Nowadays we can often hear that monolithic architecture is obsolete and responsible for all evil in IT. We often hear that microservices architecture is a silver bullet which helps to kill all this monolithic evil. But you probably know that there are almost no silver bullets in IT and every decision entails trade-offs. One of the most favored advantages of microservices architecture is good modules separation. You can deploy every service independently and services are easier to scale.
When I started working in Go, the community was not looking positively on techniques like DDD (Domain-Driven Design) and Clean Architecture. I heard multiple times: “Don’t do Java in Golang!", “I’ve seen that in Java, please don’t!". These times, I already had almost 10 years of experience in PHP and Python. I’ve seen too many bad things already there. I remember all these “Eight-thousanders” (methods with +8k lines of code 😉) and applications that nobody wanted to maintain.
It’s highly likely you know at least one service that: has one big, unmaintainable model that is hard to understand and change, or where work in parallel on new features is limited, or can’t be scaled optimally. But often, bad things come in threes. It’s not uncommon to see services with all these problems. What is an idea that comes to mind first for solving these issues? Let’s split it into more microservices!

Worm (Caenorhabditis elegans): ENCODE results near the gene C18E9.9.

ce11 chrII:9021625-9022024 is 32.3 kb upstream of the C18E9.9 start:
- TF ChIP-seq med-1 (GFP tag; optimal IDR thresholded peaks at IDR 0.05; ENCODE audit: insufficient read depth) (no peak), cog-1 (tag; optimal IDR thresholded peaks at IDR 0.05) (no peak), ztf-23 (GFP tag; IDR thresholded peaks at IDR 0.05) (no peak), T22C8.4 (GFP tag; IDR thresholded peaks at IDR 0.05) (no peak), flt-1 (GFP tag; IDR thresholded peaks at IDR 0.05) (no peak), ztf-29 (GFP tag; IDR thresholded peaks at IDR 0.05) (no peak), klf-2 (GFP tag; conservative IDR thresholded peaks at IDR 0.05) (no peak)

In the previous articles, we introduced techniques like DDD Lite, CQRS, and Clean (Hexagonal) Architecture. Even if using them alone is beneficial, they work the best together. Like Power Rangers. Unfortunately, it is not easy to use them together in a real project. In this article, I will show you how to connect DDD Lite, CQRS, and Clean Architecture in the most pragmatic and efficient way. Why should I care? Working on a programming project is similar to planning and building a residential district.
Thanks to the tests and code review, you can make your project bug-free. Right? Well… actually, probably not. That would be too easy. 😉 These techniques lower the chance of bugs, but they can’t eliminate them entirely. But does it mean we need to live with the risk of bugs until the end of our lives? Over one year ago, I found a pretty interesting PR in the harbor project. This was a fix for the issue that allowed to create admin user by a regular user.